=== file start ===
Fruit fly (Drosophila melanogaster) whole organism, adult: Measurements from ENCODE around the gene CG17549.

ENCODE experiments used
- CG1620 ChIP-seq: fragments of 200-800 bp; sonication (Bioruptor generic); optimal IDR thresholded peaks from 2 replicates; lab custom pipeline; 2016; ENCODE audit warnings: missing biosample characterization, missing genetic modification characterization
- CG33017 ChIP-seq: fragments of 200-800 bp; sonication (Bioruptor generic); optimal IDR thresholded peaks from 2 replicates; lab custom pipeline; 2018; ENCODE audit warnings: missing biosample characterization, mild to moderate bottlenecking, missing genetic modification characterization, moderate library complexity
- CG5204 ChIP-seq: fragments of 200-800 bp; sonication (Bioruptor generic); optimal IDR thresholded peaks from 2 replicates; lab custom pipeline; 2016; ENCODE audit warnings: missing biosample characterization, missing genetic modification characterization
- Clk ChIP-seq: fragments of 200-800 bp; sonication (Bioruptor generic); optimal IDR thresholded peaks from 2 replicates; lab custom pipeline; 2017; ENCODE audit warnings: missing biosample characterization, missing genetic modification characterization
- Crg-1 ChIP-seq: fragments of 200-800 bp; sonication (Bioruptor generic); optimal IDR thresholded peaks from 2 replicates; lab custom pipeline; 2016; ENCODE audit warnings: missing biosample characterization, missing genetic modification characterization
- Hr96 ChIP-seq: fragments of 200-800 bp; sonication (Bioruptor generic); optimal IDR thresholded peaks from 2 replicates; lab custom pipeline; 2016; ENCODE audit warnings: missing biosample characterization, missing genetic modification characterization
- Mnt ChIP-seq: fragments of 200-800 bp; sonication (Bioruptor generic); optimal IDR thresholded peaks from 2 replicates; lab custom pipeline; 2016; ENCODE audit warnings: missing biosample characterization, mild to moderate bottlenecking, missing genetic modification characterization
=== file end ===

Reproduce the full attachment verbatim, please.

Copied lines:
Fruit fly (Drosophila melanogaster) whole organism, adult: Measurements from ENCODE around the gene CG17549.

ENCODE experiments used
- CG1620 ChIP-seq: fragments of 200-800 bp; sonication (Bioruptor generic); optimal IDR thresholded peaks from 2 replicates; lab custom pipeline; 2016; ENCODE audit warnings: missing biosample characterization, missing genetic modification characterization
- CG33017 ChIP-seq: fragments of 200-800 bp; sonication (Bioruptor generic); optimal IDR thresholded peaks from 2 replicates; lab custom pipeline; 2018; ENCODE audit warnings: missing biosample characterization, mild to moderate bottlenecking, missing genetic modification characterization, moderate library complexity
- CG5204 ChIP-seq: fragments of 200-800 bp; sonication (Bioruptor generic); optimal IDR thresholded peaks from 2 replicates; lab custom pipeline; 2016; ENCODE audit warnings: missing biosample characterization, missing genetic modification characterization
- Clk ChIP-seq: fragments of 200-800 bp; sonication (Bioruptor generic); optimal IDR thresholded peaks from 2 replicates; lab custom pipeline; 2017; ENCODE audit warnings: missing biosample characterization, missing genetic modification characterization
- Crg-1 ChIP-seq: fragments of 200-800 bp; sonication (Bioruptor generic); optimal IDR thresholded peaks from 2 replicates; lab custom pipeline; 2016; ENCODE audit warnings: missing biosample characterization, missing genetic modification characterization
- Hr96 ChIP-seq: fragments of 200-800 bp; sonication (Bioruptor generic); optimal IDR thresholded peaks from 2 replicates; lab custom pipeline; 2016; ENCODE audit warnings: missing biosample characterization, missing genetic modification characterization
- Mnt ChIP-seq: fragments of 200-800 bp; sonication (Bioruptor generic); optimal IDR thresholded peaks from 2 replicates; lab custom pipeline; 2016; ENCODE audit warnings: missing biosample characterization, mild to moderate bottlenecking, missing genetic modification characterization